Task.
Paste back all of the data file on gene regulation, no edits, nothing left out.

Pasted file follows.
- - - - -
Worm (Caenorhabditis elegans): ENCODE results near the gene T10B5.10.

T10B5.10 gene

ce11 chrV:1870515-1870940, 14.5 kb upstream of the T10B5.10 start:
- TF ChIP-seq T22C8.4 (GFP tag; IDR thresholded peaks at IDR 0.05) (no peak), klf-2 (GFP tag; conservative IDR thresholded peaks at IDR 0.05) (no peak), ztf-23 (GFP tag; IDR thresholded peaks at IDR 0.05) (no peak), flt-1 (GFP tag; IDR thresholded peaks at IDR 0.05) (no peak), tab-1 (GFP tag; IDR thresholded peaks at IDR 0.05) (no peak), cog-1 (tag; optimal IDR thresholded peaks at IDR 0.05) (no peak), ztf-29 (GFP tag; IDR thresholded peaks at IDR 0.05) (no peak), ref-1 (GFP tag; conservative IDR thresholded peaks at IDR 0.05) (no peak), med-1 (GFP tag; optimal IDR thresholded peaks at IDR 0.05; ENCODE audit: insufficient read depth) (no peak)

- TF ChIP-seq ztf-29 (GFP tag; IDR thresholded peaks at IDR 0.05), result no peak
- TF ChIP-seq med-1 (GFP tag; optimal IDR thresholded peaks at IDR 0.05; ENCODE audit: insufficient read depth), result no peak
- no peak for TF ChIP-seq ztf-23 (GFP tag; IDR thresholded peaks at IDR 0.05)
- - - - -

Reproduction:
Worm (Caenorhabditis elegans): ENCODE results near the gene T10B5.10.

T10B5.10 gene

ce11 chrV:1870515-1870940, 14.5 kb upstream of the T10B5.10 start:
- TF ChIP-seq T22C8.4 (GFP tag; IDR thresholded peaks at IDR 0.05) (no peak), klf-2 (GFP tag; conservative IDR thresholded peaks at IDR 0.05) (no peak), ztf-23 (GFP tag; IDR thresholded peaks at IDR 0.05) (no peak), flt-1 (GFP tag; IDR thresholded peaks at IDR 0.05) (no peak), tab-1 (GFP tag; IDR thresholded peaks at IDR 0.05) (no peak), cog-1 (tag; optimal IDR thresholded peaks at IDR 0.05) (no peak), ztf-29 (GFP tag; IDR thresholded peaks at IDR 0.05) (no peak), ref-1 (GFP tag; conservative IDR thresholded peaks at IDR 0.05) (no peak), med-1 (GFP tag; optimal IDR thresholded peaks at IDR 0.05; ENCODE audit: insufficient read depth) (no peak)

- TF ChIP-seq ztf-29 (GFP tag; IDR thresholded peaks at IDR 0.05), result no peak
- TF ChIP-seq med-1 (GFP tag; optimal IDR thresholded peaks at IDR 0.05; ENCODE audit: insufficient read depth), result no peak
- no peak for TF ChIP-seq ztf-23 (GFP tag; IDR thresholded peaks at IDR 0.05)